These rankings also contain quite a few small or specialised institutions that would appear to be on the borderline of a reasonable definition of an “independent university with a broad range of subjects”: Scuala Normale Superiore di Pisa and Scuala Superiore Sant’Anna, both part of the University of Pisa system, Charité-Universitätsmedizin Berlin, an affiliate of two universities, St George’s, University of London, a medical school, Copenhagen Business School, Rush university, the academic branch of a private hospital in Chicago, the Royal College of Surgeons in Ireland, and the National Research Nuclear University (MEPhI) in Moscow, specialising in physics. Even if THE have not been too loose about who is included, the high scores achieved by such narrowly focussed institutions calls the validity of the rankings into question.
Round University Rankings
In general the THE rankings have received a broad and respectful response from the international media and university managers, and criticism has largely been confined to outsiders and specialists. This is in marked contrast to the Rankings released by a Russian organisation early in September. These are based entirely on data supplied by Thompson Reuters, THE’s data provider and analyst until last year. They contain a total of 20 indicators, including 12 out of the 13 in the THE rankings. Unlike THE, RUR do not bundle indicators together in groups so it is possible to tell exactly why universities are performing well or badly.
The RUR rankings are not elegantly presented but the content is more transparent than THE, more comprehensive than QS, and apparently less volatile than either. It is a strong indictment of the international higher education establishment that these rankings are ignored while THE’s are followed so avidly.
Best Global Universities
The second edition of the US News’s Best Global Universities was published at the beginning of October. The US News is best known for the ranking of American colleges and universities and it has been cautious about venturing into the global arena. These rankings are fairly similar to the Shanghai ARWU, containing only research indicators and making no pretence to measure teaching or graduate quality. The methodology avoids some elementary mistakes. It does not give too much weight to any one indicator, with none getting more than 12.5%, and measures citations in three different ways. For eight indicators log manipulation was done before the calculation of z-scores to eliminate outliers and statistical anomalies.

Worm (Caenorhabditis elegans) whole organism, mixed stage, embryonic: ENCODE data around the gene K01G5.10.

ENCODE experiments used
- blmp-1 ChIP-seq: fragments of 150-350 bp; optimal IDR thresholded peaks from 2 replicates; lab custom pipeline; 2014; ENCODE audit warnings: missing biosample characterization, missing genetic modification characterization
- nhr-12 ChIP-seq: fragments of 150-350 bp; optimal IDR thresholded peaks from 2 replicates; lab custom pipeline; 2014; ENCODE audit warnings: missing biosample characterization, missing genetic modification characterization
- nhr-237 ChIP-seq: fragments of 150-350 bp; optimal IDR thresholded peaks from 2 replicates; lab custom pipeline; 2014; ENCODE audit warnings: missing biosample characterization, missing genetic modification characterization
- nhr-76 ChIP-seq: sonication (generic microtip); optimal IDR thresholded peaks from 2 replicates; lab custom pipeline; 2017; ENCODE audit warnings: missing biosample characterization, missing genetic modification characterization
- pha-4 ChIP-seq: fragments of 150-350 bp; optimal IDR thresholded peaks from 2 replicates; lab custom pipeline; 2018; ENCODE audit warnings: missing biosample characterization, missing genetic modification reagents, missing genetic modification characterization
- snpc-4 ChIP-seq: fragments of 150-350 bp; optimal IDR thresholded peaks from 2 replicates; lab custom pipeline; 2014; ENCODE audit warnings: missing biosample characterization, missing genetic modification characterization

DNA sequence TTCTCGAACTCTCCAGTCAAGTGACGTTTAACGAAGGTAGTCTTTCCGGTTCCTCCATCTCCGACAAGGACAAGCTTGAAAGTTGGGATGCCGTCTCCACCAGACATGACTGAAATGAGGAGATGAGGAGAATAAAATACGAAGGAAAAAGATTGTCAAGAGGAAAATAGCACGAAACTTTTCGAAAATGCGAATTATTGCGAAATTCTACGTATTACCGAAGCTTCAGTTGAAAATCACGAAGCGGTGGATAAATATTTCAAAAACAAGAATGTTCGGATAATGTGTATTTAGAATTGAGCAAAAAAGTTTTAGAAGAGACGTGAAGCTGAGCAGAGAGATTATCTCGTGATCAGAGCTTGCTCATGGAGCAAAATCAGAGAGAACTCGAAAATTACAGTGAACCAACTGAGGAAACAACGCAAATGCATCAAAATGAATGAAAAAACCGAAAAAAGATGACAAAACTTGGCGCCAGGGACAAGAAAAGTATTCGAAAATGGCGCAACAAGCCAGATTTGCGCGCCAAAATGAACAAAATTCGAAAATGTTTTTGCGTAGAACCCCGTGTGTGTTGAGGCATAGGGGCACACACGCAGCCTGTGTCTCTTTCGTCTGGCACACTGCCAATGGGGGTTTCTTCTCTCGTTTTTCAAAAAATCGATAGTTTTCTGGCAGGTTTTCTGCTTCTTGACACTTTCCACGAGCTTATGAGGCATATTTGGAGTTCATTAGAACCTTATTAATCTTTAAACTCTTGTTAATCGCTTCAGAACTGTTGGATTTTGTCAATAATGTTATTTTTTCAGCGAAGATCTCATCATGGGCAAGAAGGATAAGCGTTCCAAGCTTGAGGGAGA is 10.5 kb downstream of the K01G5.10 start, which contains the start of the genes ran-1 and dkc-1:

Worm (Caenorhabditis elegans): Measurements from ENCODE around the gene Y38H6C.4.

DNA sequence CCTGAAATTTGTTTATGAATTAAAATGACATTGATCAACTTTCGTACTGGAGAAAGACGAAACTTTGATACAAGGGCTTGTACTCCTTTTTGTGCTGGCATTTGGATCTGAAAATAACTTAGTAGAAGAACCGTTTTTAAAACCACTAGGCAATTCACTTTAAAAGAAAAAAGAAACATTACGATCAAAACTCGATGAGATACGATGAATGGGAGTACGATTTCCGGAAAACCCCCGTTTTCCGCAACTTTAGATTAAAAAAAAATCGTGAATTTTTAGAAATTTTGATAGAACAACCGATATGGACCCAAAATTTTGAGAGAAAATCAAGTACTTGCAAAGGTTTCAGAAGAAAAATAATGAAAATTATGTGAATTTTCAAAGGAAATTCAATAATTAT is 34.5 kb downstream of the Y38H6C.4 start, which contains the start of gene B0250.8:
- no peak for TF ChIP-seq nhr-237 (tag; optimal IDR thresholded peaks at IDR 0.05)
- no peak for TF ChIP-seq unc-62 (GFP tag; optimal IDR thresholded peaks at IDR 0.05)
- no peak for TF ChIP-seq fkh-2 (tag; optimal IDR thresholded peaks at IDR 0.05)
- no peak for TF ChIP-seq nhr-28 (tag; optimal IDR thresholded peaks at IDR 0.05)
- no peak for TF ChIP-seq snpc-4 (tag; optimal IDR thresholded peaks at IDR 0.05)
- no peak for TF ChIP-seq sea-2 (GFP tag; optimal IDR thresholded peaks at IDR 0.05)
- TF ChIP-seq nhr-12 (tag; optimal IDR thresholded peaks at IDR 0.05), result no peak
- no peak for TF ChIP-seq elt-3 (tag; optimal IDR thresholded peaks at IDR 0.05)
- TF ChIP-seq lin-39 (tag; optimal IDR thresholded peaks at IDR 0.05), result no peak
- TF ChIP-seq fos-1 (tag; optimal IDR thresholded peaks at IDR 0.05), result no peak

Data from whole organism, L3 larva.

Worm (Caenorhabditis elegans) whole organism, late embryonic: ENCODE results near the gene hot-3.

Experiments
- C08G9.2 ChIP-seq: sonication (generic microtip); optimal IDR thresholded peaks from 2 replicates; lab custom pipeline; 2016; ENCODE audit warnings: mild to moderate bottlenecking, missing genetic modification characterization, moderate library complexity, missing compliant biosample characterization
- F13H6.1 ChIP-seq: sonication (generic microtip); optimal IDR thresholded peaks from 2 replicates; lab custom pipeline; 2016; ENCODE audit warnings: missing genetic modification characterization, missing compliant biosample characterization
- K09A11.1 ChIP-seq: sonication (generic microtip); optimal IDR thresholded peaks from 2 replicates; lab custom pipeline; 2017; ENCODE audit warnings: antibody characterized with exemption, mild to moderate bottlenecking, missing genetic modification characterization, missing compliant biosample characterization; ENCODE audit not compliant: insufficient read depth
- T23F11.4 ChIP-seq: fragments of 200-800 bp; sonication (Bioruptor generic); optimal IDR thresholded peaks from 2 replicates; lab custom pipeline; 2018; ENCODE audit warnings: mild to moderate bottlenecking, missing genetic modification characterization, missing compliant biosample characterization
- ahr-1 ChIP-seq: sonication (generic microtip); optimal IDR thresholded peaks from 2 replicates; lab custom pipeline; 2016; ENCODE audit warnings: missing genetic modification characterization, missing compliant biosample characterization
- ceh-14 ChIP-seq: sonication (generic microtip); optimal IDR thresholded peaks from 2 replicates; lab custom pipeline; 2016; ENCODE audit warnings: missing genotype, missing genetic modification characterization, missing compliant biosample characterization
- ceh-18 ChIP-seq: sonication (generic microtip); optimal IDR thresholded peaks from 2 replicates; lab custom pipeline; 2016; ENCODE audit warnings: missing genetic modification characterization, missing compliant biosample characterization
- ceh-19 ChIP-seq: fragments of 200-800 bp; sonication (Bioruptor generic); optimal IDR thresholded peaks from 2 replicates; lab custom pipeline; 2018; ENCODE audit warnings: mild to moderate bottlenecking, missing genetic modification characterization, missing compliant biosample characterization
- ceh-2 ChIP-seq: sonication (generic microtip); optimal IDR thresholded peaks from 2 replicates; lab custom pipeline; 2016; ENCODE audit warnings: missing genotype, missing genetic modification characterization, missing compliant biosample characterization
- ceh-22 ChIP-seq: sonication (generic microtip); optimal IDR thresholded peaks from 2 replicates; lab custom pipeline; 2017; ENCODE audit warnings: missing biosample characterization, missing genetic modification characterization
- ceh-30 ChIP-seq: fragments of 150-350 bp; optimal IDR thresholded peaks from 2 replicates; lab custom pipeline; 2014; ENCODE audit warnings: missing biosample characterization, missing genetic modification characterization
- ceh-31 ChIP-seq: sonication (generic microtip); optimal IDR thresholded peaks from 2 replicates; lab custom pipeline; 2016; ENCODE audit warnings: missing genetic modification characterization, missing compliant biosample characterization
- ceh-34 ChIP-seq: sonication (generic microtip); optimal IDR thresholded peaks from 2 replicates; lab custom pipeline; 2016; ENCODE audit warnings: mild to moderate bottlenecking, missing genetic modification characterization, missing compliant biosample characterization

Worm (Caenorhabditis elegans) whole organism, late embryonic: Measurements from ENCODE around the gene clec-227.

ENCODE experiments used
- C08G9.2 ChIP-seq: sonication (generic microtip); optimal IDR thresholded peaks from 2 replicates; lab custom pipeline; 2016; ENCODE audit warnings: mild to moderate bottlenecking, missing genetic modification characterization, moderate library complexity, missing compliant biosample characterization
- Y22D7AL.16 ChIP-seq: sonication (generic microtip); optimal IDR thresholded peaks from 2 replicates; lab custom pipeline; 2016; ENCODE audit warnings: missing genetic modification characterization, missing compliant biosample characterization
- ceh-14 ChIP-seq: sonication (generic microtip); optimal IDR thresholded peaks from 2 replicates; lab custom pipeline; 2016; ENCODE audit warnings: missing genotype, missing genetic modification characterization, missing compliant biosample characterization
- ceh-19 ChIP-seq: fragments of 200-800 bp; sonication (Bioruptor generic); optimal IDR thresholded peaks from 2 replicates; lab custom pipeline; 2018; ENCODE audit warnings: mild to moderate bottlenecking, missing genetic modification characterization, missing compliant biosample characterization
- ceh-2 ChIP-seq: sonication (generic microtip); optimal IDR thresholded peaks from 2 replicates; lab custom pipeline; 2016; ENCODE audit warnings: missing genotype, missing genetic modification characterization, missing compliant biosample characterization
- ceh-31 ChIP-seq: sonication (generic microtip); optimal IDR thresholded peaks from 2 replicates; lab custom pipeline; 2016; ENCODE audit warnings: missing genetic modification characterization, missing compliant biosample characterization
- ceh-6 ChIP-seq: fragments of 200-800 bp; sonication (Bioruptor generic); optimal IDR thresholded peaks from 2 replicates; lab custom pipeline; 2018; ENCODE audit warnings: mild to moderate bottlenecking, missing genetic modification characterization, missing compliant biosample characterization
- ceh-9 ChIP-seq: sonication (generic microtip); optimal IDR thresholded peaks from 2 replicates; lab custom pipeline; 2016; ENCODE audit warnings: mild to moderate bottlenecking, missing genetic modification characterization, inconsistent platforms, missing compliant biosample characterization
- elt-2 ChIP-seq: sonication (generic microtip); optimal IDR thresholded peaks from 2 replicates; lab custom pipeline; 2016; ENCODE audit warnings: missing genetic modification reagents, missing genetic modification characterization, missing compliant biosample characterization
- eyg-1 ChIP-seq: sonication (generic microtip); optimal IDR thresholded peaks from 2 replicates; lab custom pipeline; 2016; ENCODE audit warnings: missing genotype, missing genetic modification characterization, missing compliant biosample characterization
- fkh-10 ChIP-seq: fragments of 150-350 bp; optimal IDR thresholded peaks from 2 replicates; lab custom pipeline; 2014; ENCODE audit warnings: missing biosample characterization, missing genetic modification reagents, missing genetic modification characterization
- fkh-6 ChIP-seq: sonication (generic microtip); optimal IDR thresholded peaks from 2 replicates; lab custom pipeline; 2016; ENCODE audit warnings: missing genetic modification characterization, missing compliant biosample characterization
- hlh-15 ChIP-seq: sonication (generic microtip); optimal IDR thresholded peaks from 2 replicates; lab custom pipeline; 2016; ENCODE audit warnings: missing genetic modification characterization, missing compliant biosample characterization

This year US News went a little way towards reducing the rankers’ obsession with citations by including conferences and books in the list of criteria.
Since they do not include any non-research indicators these rankings are essentially competing with the Shanghai ARWU and it is possible that they may eventually become the first choice for internationally mobile graduate students.
But at the moment it seems that the traditional media and higher education establishment have lost none of their fascination for the snakes and ladders game of THE and QS.

Friday, October 30, 2015

Worth Reading 2

University ranking methodologies. An interview with Ben Sowter about the Quacquarelli Symonds World University Ranking

Alberto Baccini, Antonio Banfi, Giuseppe De Nicolao, Paola Galimberti

RT. A Journal on Research Policy & Evaluation 1 (2015)

Wednesday, October 28, 2015

Worth Reading 1

Waldemar Siwinski
The Era of Rankings by Subject is Coming
University World News

Friday, October 23, 2015

Even the Spectator reads the THE rankings

The influence of the global rankings, especially the Times Higher Education (THE) World University Rankings,  appears to have no limits.

An article by Harry Mount  in the Spectator describes the changing educational background of the leaders of the Labour Party. The top ranks used to be filled by graduates of Oxford (Denis Healey, Harold Wilson, Tony Blair, the Milibands, Ed Balls), Cambridge (Tristram Hunt) and Edinburgh (Gordon Brown).

Now they have been replaced by the alumni of Brunel and Birkbeck (John McDonnell), Sussex (Hilary Benn and Owen Smith,  Nottingham (Michael Dugher ),  Westminster (Gloria De Piero) and Hull (Tom Watson and Rosie Winterton) . Jeremy Corbyn lasted a year at  the Polytechnic of North London now London Metropolitan University.

Mount observes that Oxford was second in the latest edition of the THE world rankings, Hull 401st and London Metropolitan unranked.

It is only fair to point out that participation in the THE rankings is voluntary so maybe London Metropolitan could have been ranked if they had bothered to send in the data.

Not everyone is impressed by the THE rankings. "Tony Dark" comments

"Amusing to note the reference to the Times Higher Education world ranking: this allegedly authoritative table is produced by a handful of hacks, and their hired statisticians, from a journal so insignificant that hardly anyone even in universities reads it. The other allegedly authoritative table, emanating from an organisation called QS, is largely driven by another clique of journos who split from the Times Higher . And the heads of multi million pound universities quail before the wondrous listings generated by these miniscule cabals. A mad world, my masters."